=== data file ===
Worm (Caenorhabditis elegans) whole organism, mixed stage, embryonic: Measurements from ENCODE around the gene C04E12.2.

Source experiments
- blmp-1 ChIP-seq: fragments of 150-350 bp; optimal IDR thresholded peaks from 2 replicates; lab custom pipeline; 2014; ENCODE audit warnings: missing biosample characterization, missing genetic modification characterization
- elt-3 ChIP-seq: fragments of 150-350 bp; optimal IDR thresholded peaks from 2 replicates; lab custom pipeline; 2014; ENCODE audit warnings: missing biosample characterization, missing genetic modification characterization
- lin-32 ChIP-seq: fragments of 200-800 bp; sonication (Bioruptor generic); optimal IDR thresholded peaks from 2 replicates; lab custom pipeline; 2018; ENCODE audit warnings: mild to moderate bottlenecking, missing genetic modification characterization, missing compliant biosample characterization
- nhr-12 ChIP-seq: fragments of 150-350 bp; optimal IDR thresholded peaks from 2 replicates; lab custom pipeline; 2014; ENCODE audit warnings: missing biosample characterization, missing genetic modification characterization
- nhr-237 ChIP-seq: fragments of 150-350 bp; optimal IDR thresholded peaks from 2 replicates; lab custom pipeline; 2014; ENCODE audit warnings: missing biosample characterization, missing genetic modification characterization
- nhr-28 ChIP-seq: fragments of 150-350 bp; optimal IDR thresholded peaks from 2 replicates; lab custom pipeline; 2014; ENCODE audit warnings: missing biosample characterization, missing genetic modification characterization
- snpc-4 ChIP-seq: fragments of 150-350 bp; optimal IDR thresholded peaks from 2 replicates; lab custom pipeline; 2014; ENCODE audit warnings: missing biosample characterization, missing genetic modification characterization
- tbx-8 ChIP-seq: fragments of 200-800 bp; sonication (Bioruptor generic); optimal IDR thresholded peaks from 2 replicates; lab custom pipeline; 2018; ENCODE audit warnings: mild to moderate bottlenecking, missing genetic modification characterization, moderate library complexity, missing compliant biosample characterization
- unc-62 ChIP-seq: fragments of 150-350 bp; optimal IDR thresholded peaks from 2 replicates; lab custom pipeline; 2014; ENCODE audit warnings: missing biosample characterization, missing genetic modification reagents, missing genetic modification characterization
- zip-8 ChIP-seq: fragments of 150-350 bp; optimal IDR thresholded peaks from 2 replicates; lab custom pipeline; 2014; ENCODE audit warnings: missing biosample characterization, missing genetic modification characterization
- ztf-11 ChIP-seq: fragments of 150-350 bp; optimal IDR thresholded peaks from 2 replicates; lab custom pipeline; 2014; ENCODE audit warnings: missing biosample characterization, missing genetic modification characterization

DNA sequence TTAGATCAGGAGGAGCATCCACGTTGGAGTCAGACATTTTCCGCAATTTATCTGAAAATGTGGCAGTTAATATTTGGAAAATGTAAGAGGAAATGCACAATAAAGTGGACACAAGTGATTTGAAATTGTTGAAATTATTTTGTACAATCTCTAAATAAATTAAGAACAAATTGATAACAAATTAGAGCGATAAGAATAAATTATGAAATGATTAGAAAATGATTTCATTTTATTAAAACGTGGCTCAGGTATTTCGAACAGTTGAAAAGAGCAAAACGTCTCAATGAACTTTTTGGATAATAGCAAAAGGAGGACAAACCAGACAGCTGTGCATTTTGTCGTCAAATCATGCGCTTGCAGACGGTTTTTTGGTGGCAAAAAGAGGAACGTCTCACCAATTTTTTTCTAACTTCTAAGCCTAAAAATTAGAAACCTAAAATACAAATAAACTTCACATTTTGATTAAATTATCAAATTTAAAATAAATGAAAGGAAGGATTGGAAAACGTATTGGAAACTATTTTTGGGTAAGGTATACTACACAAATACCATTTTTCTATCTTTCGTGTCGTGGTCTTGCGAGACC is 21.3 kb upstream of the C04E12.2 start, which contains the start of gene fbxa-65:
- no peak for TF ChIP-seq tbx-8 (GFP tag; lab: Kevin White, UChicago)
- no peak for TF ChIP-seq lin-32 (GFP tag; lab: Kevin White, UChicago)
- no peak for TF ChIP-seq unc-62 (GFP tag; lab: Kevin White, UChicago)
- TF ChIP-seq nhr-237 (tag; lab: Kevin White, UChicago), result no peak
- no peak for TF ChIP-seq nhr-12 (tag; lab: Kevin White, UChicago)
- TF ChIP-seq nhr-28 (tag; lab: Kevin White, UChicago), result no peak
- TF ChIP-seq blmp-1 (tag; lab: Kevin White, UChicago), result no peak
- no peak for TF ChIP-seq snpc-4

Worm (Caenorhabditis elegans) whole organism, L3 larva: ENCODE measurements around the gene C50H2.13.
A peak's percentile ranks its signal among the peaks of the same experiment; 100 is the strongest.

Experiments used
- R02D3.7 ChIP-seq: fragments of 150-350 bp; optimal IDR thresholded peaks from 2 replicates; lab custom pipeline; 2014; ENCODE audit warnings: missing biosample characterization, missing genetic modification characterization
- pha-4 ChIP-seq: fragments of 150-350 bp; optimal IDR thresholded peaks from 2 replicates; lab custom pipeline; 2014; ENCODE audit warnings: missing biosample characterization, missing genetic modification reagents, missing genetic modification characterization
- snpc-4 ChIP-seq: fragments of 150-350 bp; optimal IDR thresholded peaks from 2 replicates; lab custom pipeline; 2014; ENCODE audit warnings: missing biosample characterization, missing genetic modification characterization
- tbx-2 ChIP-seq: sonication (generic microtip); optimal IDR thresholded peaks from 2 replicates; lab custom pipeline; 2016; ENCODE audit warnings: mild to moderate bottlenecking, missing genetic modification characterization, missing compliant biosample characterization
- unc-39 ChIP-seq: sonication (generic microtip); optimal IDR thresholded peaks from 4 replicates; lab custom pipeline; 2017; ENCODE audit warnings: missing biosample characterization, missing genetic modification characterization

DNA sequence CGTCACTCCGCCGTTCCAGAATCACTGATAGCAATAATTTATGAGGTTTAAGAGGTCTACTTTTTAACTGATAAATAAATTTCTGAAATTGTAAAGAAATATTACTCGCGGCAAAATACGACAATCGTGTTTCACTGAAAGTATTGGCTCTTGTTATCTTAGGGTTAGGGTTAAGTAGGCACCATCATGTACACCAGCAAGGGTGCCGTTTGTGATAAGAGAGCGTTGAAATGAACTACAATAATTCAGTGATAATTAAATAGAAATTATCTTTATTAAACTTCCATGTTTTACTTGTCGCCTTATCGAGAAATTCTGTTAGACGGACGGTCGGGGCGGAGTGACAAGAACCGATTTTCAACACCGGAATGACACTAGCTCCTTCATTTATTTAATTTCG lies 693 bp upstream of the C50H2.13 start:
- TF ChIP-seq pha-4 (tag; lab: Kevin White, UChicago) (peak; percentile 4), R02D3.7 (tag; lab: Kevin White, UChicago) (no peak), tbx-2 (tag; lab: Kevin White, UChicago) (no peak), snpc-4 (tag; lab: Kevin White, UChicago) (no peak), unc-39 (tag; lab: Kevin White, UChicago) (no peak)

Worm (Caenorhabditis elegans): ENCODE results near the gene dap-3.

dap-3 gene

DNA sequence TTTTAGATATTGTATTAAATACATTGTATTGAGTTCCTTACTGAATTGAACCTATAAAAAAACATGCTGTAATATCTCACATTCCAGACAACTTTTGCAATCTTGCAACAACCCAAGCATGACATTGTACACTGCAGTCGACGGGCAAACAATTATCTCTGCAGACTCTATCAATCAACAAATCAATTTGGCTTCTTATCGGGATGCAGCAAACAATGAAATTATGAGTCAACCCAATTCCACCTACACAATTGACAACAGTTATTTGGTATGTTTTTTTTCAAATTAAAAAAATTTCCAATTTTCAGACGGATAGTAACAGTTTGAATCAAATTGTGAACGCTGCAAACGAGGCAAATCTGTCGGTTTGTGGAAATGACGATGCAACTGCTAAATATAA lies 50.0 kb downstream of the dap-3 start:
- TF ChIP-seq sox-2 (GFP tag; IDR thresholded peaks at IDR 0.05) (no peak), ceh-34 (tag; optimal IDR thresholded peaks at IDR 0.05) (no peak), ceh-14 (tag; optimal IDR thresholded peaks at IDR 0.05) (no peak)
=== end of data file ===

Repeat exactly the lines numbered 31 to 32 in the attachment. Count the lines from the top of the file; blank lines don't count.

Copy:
DNA sequence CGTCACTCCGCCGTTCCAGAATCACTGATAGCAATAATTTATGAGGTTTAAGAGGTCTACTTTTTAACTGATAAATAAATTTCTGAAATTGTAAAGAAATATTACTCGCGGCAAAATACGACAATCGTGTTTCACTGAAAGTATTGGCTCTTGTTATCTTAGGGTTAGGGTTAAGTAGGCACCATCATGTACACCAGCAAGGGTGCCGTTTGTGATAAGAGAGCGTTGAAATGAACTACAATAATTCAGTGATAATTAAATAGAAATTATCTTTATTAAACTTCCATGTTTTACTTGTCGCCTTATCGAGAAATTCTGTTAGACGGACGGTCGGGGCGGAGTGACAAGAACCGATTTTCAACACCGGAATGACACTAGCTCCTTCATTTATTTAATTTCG lies 693 bp upstream of the C50H2.13 start:
- TF ChIP-seq pha-4 (tag; lab: Kevin White, UChicago) (peak; percentile 4), R02D3.7 (tag; lab: Kevin White, UChicago) (no peak), tbx-2 (tag; lab: Kevin White, UChicago) (no peak), snpc-4 (tag; lab: Kevin White, UChicago) (no peak), unc-39 (tag; lab: Kevin White, UChicago) (no peak)